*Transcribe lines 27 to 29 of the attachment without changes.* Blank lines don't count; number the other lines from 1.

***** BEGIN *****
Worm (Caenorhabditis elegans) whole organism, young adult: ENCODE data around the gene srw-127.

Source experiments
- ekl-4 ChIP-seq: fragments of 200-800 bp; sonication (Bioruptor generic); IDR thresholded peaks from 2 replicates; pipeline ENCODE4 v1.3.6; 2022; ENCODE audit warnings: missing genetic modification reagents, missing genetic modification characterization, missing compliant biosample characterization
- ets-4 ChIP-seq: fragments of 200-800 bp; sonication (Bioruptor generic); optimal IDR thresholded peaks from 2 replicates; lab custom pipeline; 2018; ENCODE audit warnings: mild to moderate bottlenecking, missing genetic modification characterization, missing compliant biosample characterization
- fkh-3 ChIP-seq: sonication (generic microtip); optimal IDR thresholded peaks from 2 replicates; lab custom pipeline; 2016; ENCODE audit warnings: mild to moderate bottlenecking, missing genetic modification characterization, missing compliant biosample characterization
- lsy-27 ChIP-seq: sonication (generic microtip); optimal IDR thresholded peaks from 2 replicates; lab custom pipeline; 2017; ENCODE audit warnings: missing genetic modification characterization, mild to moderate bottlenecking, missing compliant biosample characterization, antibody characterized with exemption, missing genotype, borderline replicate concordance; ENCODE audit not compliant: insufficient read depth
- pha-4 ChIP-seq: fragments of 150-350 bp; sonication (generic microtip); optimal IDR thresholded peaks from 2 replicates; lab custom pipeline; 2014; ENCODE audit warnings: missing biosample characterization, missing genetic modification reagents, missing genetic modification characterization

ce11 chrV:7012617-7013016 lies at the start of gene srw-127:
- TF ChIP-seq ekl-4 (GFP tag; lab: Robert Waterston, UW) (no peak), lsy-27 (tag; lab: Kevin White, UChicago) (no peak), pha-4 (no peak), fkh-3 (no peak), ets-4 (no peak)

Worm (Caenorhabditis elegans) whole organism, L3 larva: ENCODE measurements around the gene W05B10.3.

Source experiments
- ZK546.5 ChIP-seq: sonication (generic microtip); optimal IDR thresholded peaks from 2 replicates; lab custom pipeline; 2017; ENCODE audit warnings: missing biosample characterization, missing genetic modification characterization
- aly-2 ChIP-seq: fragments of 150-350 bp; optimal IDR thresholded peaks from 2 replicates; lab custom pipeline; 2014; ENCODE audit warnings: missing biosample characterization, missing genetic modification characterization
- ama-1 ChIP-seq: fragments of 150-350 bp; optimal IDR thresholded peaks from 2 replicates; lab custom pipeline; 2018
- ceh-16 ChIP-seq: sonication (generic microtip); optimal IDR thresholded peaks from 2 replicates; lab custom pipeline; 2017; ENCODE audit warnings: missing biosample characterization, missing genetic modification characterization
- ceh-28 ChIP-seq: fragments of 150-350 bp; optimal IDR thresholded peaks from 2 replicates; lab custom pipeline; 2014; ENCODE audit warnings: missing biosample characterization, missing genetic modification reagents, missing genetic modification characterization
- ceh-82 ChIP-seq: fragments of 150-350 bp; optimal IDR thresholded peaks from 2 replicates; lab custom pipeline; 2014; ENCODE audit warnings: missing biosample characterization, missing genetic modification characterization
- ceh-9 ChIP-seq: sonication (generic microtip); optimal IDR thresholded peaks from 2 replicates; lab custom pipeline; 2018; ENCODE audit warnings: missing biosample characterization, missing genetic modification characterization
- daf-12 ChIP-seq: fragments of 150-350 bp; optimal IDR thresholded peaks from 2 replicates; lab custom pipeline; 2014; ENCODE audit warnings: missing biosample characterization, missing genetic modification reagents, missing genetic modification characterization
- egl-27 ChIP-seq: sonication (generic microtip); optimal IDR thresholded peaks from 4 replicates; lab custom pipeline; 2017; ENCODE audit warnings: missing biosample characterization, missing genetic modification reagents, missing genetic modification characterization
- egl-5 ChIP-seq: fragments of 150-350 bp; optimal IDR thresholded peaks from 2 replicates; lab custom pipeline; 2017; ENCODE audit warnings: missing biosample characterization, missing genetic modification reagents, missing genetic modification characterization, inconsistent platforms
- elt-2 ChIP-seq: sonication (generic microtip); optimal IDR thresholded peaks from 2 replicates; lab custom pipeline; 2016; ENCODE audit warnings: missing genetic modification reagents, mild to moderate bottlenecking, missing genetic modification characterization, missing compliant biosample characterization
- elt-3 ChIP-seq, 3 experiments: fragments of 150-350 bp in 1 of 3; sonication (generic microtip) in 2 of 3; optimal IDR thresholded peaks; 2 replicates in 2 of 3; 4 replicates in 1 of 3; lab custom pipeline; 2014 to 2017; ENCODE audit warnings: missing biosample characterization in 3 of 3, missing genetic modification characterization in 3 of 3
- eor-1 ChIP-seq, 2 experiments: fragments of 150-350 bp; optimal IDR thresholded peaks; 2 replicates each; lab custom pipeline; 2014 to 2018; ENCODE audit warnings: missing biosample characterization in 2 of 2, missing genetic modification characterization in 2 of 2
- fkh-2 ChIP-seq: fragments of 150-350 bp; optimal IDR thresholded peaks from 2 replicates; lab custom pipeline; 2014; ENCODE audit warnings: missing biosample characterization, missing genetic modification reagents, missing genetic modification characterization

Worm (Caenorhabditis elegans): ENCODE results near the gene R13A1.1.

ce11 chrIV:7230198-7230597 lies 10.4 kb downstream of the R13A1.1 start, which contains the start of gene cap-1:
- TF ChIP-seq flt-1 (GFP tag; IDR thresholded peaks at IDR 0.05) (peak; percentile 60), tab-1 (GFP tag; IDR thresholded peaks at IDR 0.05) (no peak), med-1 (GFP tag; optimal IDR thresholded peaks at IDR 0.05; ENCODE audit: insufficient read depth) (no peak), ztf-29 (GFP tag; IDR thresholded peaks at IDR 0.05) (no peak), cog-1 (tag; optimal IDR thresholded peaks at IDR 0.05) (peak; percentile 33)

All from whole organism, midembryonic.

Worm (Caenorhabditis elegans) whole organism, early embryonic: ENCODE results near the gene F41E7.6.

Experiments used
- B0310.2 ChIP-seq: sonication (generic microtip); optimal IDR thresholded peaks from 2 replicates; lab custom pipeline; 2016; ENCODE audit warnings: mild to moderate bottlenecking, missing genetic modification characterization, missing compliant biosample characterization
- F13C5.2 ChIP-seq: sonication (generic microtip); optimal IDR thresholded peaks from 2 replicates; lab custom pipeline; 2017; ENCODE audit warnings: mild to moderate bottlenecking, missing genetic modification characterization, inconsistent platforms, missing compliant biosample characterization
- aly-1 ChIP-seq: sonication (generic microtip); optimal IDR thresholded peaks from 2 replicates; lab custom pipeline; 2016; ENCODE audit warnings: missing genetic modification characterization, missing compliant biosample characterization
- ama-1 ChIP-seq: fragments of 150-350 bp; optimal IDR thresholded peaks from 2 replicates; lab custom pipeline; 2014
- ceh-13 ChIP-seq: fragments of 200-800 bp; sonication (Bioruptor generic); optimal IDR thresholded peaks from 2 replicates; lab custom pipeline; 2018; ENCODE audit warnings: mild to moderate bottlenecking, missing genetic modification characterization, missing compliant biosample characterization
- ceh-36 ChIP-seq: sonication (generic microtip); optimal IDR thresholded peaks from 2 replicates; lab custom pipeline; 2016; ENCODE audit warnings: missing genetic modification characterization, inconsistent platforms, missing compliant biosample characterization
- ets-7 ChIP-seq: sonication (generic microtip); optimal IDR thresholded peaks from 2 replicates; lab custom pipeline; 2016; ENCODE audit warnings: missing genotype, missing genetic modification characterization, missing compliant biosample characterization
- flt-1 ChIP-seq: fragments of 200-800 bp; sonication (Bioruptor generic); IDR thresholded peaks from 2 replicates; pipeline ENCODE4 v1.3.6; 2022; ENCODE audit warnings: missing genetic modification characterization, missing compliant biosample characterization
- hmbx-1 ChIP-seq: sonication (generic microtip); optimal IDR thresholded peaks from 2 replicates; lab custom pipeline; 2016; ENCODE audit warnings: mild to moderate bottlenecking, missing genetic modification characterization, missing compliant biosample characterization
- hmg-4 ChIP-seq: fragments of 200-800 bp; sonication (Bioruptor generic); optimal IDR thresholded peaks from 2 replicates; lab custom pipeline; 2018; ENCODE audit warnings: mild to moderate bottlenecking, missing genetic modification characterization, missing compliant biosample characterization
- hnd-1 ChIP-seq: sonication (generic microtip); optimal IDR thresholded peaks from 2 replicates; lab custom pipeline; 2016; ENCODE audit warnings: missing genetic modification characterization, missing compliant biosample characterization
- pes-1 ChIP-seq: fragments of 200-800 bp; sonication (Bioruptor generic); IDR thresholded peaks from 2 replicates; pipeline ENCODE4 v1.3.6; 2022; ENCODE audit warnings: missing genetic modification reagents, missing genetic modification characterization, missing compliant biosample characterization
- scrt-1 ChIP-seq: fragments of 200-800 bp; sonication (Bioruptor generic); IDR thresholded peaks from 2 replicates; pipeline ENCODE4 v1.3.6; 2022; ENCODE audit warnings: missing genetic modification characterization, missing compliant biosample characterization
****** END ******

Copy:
ce11 chrIV:7230198-7230597 lies 10.4 kb downstream of the R13A1.1 start, which contains the start of gene cap-1:
- TF ChIP-seq flt-1 (GFP tag; IDR thresholded peaks at IDR 0.05) (peak; percentile 60), tab-1 (GFP tag; IDR thresholded peaks at IDR 0.05) (no peak), med-1 (GFP tag; optimal IDR thresholded peaks at IDR 0.05; ENCODE audit: insufficient read depth) (no peak), ztf-29 (GFP tag; IDR thresholded peaks at IDR 0.05) (no peak), cog-1 (tag; optimal IDR thresholded peaks at IDR 0.05) (peak; percentile 33)

All from whole organism, midembryonic.